Protester Hal Hewitt of Headquarters plays the sousaphone as the Stephen Harper campaign bus leaves a campaign event in Black Creek Thursday night.

Protester Hal Hewitt of Headquarters plays the sousaphone as the Stephen Harper campaign bus leaves a campaign event in Black Creek Thursday night.

A round-up of Harper’s Campbell River visit

Prime Minister Stephen Harper visited Campbell River in late August as part of his campaign for the upcoming Oct. 19 federal election

On Aug. 20 and 21, Prime Minister Stephen Harper made a campaign stop in Campbell River, where he made an announcement about his party’s commitment to protecting salmon. Some controversy followed his visit when several Scouts posed next to him during a speech.

In coastal parts of the country, important questions are being asked about what each party plans to do to protect and improve the health of Canada’s waters and aquatic life as the Oct. 19 federal election approaches.

Salmon are an extremely valuable resource on the North Island, not to mention the tremendous importance they hold for the many First Nations communities in the area.

According to reports from the CBC, Harper said at the campaign stop that if his Conservative government were re-elected, they would make efforts to restore and promote the health of B.C.’s salmon and aquatic habitat. Harper promised an extended partnership with the Pacific Salmon Foundation, and $15 million towards B.C.’s estuaries. The Pacific Salmon Foundation is a non-profit charity that works on conserving and restoring Pacific wild salmon in B.C. and the Yukon.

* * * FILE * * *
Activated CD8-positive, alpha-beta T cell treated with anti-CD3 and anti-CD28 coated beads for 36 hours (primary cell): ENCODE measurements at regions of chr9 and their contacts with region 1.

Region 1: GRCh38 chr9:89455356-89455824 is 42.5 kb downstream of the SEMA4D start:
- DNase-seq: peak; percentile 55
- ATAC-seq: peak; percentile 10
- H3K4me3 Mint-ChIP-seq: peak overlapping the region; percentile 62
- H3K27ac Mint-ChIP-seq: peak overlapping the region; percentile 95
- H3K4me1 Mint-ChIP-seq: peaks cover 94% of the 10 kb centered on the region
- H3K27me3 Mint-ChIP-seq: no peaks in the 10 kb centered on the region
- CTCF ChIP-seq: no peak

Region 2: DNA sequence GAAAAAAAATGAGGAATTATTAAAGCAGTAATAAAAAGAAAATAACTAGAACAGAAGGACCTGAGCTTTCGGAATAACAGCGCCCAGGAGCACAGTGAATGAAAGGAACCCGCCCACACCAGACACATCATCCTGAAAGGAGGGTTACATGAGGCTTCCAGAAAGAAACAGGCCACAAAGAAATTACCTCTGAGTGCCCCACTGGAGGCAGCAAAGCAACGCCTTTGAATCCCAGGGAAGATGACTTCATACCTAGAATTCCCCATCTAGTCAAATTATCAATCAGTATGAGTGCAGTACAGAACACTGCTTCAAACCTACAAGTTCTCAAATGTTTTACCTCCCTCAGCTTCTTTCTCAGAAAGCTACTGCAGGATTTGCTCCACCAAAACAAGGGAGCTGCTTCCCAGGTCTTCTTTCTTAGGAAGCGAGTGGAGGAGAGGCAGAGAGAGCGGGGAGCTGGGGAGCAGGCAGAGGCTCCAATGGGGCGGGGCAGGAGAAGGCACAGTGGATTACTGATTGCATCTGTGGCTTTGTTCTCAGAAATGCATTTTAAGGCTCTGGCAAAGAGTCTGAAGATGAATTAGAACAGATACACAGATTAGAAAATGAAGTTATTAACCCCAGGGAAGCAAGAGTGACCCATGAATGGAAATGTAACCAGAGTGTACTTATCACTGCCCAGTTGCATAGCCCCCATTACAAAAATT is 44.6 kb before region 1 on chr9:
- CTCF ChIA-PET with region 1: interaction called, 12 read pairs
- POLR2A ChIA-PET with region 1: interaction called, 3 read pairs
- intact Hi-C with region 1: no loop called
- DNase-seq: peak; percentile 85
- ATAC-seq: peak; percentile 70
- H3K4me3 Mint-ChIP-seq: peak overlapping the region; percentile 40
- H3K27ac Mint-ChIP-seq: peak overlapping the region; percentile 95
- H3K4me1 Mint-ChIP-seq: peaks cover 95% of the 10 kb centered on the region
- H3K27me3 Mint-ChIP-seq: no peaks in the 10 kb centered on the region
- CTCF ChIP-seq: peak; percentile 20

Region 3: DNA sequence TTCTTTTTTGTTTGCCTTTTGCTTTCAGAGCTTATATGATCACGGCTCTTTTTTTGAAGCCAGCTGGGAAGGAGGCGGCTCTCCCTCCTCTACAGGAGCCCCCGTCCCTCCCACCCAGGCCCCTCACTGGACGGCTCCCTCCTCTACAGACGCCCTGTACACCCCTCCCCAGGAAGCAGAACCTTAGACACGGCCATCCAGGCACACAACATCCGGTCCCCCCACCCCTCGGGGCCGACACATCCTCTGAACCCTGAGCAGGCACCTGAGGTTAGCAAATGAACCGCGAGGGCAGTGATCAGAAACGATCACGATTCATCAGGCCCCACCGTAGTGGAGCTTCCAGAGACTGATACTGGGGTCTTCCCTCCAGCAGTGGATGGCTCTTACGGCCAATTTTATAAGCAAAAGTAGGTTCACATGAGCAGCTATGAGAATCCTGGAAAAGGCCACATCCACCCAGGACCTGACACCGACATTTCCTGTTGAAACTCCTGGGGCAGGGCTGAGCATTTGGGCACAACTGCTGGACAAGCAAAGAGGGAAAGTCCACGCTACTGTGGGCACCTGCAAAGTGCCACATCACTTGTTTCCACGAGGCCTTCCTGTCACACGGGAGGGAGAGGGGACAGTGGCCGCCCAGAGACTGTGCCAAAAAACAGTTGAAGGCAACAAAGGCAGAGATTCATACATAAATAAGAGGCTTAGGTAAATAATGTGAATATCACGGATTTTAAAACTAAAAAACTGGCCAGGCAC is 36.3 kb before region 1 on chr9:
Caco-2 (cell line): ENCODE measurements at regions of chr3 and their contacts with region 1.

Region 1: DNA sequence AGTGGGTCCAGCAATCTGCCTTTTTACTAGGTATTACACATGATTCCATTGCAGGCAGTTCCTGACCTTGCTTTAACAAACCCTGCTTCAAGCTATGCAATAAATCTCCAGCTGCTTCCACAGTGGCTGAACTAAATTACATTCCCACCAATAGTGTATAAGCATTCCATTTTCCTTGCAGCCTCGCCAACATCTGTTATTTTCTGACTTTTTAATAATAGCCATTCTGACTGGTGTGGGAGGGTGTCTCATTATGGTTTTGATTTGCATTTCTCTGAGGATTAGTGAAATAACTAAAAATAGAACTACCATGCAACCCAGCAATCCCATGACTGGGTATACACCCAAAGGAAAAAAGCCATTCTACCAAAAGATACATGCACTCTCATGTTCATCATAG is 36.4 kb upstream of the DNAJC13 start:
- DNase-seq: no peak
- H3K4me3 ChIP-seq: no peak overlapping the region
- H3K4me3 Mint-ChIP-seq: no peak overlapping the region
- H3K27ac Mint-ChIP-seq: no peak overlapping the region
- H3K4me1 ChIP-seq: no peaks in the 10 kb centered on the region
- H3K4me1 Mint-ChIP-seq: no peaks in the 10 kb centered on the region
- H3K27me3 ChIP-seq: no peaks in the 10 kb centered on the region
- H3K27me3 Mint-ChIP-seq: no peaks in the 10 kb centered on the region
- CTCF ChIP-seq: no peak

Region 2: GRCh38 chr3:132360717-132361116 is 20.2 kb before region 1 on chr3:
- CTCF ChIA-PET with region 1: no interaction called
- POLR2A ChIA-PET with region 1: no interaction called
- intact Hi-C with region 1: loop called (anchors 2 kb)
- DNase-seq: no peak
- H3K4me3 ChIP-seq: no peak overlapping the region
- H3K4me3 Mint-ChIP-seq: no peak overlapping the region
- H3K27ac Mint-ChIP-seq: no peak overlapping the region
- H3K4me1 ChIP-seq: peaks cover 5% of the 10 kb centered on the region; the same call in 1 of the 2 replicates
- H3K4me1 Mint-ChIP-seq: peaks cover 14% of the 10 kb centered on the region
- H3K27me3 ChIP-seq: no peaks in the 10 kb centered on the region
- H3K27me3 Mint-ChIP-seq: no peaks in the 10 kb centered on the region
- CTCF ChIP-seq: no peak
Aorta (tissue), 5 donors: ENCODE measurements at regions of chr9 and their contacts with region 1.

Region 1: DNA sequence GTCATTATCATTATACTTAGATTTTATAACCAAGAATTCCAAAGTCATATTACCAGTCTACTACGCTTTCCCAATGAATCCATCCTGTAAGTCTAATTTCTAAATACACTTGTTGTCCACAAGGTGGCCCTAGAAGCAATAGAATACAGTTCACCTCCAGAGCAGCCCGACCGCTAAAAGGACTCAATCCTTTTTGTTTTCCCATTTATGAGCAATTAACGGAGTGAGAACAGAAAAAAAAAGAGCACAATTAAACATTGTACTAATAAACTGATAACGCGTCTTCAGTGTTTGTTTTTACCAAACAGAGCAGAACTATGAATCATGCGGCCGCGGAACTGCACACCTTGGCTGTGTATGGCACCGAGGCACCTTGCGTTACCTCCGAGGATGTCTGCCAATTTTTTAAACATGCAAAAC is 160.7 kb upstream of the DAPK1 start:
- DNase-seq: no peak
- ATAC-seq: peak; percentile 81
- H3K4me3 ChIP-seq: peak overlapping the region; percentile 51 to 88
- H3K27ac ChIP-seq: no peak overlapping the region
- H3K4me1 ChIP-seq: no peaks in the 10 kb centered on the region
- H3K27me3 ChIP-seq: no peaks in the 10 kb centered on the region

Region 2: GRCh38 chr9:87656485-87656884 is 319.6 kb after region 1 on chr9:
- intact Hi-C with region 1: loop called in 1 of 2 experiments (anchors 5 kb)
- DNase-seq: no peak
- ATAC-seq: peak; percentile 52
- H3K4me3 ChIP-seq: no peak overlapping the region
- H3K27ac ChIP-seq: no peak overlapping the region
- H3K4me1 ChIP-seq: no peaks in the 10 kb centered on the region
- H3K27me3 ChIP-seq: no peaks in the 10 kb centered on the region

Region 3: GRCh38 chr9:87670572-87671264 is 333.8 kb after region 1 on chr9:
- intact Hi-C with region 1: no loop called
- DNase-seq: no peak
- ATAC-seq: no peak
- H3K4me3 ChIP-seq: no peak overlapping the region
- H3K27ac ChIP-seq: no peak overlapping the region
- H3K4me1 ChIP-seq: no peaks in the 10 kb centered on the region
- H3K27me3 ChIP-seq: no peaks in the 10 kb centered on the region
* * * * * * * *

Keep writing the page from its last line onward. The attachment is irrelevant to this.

Harper also promised he would work with the B.C. government and First Nations communities to finish the National Marine Conservation Area Reserve. This conservation area is between Vancouver Island and the mainland coast.

In the days following this pledge, some critical of the promise have said that it seems like too little too late, a small commitment that comes after damaging conservation laws put into place under Harper’s government.

The Ottawa Citizen reported that the online announcement on the Conservative Party website and on Stephen Harper’s Twitter page stating his pledge showed a photo of an Atlantic salmon – shot by a photographer in Northumberland county in England. After the Ottawa Citizen pointed out the error, the image was changed online.

Whatever the election outcome, it is clear that concerns about the salmon stocks and aquatic life in this area are here to stay.  How each party chooses to approach and engage with the issue, both in terms of campaign promises and real, concrete action, remains to be seen.

Another significant part of Harper’s Campbell River stop was the fallout that took place after several young Scouts Canada members stood in uniform beside Harper as he spoke at a podium. Global News reports that Scouts Canada has said they did not agree to have those Scouts present, and the organization has said they are not connected to any political body.  Scouts Canada posted on Twitter on Aug. 21, “Just a reminder that Scouts Canada members are not permitted to attend political events in uniform, we are non-partisan!”

The Scout troop leader, Bruce Hallsor, told CTV news he told them to dress in uniform for the event on Friday, but did not know about the non-partisan policy.

Hallsor went on to tell CTV news he is a Conservative Party member and has been a co-chair of campaigns in the past, but not this one.